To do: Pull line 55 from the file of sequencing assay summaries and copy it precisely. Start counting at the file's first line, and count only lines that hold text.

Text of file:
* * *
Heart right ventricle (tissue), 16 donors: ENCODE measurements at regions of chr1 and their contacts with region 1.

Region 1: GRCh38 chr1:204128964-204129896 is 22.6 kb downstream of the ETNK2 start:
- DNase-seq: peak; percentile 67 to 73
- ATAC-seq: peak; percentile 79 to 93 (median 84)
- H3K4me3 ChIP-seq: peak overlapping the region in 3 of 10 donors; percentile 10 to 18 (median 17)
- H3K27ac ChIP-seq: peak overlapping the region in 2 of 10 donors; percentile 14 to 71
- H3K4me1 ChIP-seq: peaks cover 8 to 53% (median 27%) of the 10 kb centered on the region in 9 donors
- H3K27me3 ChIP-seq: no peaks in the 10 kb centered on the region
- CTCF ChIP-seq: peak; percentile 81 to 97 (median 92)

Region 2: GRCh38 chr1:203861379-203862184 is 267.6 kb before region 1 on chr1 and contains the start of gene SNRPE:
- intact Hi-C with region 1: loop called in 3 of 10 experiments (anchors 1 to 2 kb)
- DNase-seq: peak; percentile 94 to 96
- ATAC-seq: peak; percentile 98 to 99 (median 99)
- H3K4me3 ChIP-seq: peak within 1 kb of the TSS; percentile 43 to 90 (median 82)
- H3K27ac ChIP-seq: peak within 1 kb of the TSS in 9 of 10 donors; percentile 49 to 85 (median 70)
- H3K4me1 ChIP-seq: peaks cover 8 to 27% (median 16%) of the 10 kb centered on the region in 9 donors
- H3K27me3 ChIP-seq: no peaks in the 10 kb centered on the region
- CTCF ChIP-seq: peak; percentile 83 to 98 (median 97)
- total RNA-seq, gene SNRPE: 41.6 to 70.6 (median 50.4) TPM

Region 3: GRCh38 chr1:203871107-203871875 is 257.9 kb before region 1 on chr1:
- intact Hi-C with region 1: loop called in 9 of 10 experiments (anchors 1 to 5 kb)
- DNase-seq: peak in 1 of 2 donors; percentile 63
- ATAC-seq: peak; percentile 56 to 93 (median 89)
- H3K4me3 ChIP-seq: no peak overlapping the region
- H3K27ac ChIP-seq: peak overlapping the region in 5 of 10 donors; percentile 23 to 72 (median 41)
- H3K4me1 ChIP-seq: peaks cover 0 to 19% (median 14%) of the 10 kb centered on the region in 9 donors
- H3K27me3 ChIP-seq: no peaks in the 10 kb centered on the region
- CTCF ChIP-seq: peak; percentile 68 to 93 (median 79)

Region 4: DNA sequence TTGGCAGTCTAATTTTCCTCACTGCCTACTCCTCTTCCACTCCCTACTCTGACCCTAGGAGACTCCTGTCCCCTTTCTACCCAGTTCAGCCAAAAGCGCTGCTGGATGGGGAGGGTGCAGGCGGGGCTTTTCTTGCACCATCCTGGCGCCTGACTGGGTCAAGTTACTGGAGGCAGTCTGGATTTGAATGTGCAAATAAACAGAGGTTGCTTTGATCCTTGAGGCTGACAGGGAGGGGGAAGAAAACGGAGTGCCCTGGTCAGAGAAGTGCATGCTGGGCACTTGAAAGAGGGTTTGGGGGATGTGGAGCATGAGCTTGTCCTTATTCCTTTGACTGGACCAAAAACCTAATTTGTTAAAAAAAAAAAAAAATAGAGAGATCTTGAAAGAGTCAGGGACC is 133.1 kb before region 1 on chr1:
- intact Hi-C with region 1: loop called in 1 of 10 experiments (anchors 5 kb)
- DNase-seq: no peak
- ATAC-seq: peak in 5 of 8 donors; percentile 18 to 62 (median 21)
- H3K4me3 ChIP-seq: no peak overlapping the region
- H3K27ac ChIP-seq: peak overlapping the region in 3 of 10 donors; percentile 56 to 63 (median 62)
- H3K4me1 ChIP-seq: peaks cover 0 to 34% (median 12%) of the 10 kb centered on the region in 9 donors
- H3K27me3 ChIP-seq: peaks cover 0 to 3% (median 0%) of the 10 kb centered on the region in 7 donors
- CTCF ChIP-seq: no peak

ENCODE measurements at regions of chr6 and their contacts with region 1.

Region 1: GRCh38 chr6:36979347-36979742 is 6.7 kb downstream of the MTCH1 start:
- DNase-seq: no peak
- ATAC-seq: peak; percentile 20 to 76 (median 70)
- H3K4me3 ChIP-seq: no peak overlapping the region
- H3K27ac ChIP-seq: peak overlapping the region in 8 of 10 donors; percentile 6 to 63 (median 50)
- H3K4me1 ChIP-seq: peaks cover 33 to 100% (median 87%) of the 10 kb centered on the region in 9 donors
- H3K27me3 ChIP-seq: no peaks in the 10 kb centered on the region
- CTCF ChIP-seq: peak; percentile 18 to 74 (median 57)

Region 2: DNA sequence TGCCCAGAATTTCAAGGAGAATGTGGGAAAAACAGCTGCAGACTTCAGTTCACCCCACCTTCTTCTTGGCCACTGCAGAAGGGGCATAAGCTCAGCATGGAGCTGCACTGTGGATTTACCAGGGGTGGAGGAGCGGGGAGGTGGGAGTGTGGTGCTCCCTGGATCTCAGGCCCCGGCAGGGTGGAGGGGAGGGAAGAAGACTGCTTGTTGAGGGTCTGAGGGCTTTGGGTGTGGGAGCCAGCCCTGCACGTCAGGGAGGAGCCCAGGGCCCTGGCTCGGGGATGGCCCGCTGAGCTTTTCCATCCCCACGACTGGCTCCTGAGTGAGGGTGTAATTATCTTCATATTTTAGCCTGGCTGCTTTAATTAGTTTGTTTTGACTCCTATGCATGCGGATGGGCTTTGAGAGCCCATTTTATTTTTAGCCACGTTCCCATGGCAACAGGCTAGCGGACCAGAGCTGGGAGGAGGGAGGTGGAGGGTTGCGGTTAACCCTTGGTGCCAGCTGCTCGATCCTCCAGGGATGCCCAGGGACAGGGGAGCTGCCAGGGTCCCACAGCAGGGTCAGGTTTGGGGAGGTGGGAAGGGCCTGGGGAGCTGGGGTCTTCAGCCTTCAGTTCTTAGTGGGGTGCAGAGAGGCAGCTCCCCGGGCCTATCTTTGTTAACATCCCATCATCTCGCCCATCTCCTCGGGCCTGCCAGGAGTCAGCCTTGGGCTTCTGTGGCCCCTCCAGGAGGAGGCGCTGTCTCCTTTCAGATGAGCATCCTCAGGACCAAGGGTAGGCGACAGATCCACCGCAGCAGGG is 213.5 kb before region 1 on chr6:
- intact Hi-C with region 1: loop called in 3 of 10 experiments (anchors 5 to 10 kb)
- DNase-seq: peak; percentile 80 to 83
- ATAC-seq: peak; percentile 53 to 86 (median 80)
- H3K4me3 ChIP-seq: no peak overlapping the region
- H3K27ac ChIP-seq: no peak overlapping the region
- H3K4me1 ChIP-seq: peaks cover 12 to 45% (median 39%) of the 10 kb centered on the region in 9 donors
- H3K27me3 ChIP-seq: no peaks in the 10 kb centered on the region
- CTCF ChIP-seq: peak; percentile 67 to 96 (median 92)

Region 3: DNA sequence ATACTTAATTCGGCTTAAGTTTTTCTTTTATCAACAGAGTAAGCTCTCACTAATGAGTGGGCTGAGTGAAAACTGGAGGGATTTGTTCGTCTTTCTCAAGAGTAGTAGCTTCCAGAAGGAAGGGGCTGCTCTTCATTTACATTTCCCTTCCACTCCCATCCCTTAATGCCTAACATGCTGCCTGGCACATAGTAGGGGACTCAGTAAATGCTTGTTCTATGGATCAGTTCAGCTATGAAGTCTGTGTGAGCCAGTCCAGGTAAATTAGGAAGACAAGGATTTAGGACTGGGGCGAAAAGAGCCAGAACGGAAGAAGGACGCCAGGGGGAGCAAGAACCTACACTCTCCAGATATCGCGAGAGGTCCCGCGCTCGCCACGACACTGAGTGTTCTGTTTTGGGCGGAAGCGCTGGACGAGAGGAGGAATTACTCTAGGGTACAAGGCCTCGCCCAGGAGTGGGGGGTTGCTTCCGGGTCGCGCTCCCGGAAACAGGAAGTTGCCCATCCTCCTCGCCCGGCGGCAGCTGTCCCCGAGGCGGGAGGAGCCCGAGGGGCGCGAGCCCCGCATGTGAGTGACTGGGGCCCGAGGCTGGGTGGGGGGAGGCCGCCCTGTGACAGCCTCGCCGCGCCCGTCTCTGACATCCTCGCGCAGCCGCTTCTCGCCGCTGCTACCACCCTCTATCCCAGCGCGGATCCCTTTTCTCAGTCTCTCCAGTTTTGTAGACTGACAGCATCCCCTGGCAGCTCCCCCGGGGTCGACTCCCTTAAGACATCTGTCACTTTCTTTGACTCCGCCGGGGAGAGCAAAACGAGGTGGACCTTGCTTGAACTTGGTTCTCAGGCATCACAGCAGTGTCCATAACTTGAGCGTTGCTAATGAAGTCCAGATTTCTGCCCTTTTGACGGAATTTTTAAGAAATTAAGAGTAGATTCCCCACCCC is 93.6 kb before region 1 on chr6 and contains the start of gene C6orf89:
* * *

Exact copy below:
- CTCF ChIP-seq: peak; percentile 67 to 96 (median 92)